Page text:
Building an ecosystem around energy conservation requires collaboration between a multitude of players and stakeholders, both in Ontario and globally. Like any large-scale systems change, re-imagining data’s role in the energy industry is a collaborative, iterative process that requires rapid trial and error, continuous feedback, and the ability to adapt to changing requirements and context.

This post looks at how energy data standards can be extended beyond just electricity, and into the gas and water sectors.

For now, the Green Button standard in Ontario applies for electricity consumption only, but the potential for expansion is great. While the vision of the Green Button as an energy system intervention included all kinds of energy consumption—most directly electricity, gas and water—the first rollout was consciously limited to electricity consumption.

The reason for this conscious limit was related to the iterative process needed to ensure the scalability and sustainability of the project. By focusing on a key issue, testing out a solution platform with targeted early adopters, and then using the feedback and evidence collected from those prototypes and pilots to refine the intervention and drive adoption, we knew that we had built a path to success that could then increase in scale and scope.

The Green Button is now available to over three million consumers (residential and commercial) in Ontario, and early returns have shown considerable opportunities for conservation and economic impact. Now that some evidence exists on the impact of electricity consumption data access, it’s time to think about expanding the scope to gas and water to fully capture an early majority.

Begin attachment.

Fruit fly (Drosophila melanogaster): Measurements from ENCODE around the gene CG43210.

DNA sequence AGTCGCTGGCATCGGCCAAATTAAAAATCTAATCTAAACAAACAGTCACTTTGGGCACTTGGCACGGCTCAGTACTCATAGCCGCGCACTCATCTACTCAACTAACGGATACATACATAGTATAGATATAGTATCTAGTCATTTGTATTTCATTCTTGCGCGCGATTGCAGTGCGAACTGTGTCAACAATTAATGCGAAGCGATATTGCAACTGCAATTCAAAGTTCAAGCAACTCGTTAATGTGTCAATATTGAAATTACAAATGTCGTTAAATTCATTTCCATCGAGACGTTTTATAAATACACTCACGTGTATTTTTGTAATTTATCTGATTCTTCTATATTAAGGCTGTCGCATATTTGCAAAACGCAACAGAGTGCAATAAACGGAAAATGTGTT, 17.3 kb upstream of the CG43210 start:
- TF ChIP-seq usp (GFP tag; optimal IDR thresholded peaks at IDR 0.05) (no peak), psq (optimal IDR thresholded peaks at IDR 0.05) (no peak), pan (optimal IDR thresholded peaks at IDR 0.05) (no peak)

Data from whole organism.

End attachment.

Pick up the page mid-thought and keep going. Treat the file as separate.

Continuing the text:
The Ontario Ministry of Energy and MaRS Discovery District have recently launched a working group with Enbridge and Union Gas to identify how Green Button for gas could be rolled out in the province. This will accompany some exploration into the integration of water consumption into the standard as well, allowing for residents and businesses to capture their full portfolio of energy consumption, and identify solutions that encourage and enable conservation across electricity, gas and water.

Why is this step necessary? Aside from the obvious reason that the standard is, by nature, extensible to natural gas and water data, and from the implicit reason that “real” energy consumption can only be measured when all types of consumption are brought together, there is also a compelling economic innovation factor: the integration of various kinds of energy data can spur the creation of new products and services that use all of that data to better encourage conservation.

A systems change in the energy sector needs more than just the participation of the electricity stakeholders. While the systems-change framework recommends rapid prototyping and early adoption, it’s now time to think about scaling upward. Gas and water are an important step in that process.

Want to learn more about how MaRS Data Catalyst is working with partners across North America on large-scale systems change in the energy data arena? Check out our series on data’s role in energy conservation and smart grid transformation:

If you’re looking to learn more about the Green Button and what it means for Ontarians, check out this short video that talks about energy data and conservation:

(Feature photo of reservoir by Tom Burke.)